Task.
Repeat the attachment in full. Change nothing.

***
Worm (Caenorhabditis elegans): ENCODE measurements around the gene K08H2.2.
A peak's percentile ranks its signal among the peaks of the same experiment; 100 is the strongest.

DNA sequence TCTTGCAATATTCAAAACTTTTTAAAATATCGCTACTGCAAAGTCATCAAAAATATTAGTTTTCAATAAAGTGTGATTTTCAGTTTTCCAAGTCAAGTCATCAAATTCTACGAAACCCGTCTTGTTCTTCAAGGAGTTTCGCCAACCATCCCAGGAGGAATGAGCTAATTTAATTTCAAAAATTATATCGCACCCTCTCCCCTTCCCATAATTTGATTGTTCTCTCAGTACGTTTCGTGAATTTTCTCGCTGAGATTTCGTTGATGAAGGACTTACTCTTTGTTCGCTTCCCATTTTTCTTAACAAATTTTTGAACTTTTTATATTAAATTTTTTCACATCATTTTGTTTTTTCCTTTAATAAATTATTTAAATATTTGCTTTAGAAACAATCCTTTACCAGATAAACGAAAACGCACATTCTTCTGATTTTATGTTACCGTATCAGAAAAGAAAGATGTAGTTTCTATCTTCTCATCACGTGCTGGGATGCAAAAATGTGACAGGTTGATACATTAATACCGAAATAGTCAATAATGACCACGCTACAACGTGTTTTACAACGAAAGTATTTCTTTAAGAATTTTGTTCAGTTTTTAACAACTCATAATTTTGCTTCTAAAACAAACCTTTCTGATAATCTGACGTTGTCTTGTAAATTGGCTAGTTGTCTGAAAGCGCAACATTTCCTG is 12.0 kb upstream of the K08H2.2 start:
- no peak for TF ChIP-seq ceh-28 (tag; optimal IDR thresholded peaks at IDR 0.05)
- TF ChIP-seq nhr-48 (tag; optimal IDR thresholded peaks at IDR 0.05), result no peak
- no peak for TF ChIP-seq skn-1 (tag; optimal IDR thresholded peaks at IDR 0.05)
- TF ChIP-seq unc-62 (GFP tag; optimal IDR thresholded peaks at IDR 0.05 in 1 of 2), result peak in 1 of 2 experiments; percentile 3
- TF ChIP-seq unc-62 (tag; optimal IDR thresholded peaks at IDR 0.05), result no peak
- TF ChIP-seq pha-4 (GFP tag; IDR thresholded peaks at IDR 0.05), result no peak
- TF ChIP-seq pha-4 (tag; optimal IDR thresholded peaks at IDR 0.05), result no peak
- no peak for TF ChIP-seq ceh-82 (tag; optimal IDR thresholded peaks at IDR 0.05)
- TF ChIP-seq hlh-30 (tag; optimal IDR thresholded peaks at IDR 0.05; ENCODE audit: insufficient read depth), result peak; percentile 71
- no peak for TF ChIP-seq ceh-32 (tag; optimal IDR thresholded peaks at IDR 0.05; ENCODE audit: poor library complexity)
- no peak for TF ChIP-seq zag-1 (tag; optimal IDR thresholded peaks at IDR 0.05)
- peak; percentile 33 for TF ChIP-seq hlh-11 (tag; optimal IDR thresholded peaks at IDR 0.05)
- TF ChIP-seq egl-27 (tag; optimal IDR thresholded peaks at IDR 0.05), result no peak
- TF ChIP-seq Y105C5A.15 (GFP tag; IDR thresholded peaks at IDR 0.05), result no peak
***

Worm (Caenorhabditis elegans): ENCODE measurements around the gene K08H2.2.
A peak's percentile ranks its signal among the peaks of the same experiment; 100 is the strongest.

DNA sequence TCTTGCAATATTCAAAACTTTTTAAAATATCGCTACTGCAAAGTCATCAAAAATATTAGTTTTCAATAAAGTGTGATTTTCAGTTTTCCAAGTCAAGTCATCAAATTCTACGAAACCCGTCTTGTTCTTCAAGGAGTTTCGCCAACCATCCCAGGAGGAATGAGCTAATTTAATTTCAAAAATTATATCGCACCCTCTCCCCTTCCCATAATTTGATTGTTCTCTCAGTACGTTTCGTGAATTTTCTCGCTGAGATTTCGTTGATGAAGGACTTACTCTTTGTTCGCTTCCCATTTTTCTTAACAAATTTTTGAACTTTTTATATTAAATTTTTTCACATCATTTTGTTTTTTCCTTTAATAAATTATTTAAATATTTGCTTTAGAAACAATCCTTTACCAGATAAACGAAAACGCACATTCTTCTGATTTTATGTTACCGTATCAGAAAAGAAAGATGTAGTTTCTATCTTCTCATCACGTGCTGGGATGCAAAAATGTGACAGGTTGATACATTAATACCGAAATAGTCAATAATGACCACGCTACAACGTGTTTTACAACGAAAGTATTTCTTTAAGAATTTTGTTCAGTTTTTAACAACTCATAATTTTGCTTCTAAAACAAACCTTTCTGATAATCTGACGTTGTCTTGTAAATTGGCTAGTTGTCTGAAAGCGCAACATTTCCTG is 12.0 kb upstream of the K08H2.2 start:
- no peak for TF ChIP-seq ceh-28 (tag; optimal IDR thresholded peaks at IDR 0.05)
- TF ChIP-seq nhr-48 (tag; optimal IDR thresholded peaks at IDR 0.05), result no peak
- no peak for TF ChIP-seq skn-1 (tag; optimal IDR thresholded peaks at IDR 0.05)
- TF ChIP-seq unc-62 (GFP tag; optimal IDR thresholded peaks at IDR 0.05 in 1 of 2), result peak in 1 of 2 experiments; percentile 3
- TF ChIP-seq unc-62 (tag; optimal IDR thresholded peaks at IDR 0.05), result no peak
- TF ChIP-seq pha-4 (GFP tag; IDR thresholded peaks at IDR 0.05), result no peak
- TF ChIP-seq pha-4 (tag; optimal IDR thresholded peaks at IDR 0.05), result no peak
- no peak for TF ChIP-seq ceh-82 (tag; optimal IDR thresholded peaks at IDR 0.05)
- TF ChIP-seq hlh-30 (tag; optimal IDR thresholded peaks at IDR 0.05; ENCODE audit: insufficient read depth), result peak; percentile 71
- no peak for TF ChIP-seq ceh-32 (tag; optimal IDR thresholded peaks at IDR 0.05; ENCODE audit: poor library complexity)
- no peak for TF ChIP-seq zag-1 (tag; optimal IDR thresholded peaks at IDR 0.05)
- peak; percentile 33 for TF ChIP-seq hlh-11 (tag; optimal IDR thresholded peaks at IDR 0.05)
- TF ChIP-seq egl-27 (tag; optimal IDR thresholded peaks at IDR 0.05), result no peak
- TF ChIP-seq Y105C5A.15 (GFP tag; IDR thresholded peaks at IDR 0.05), result no peak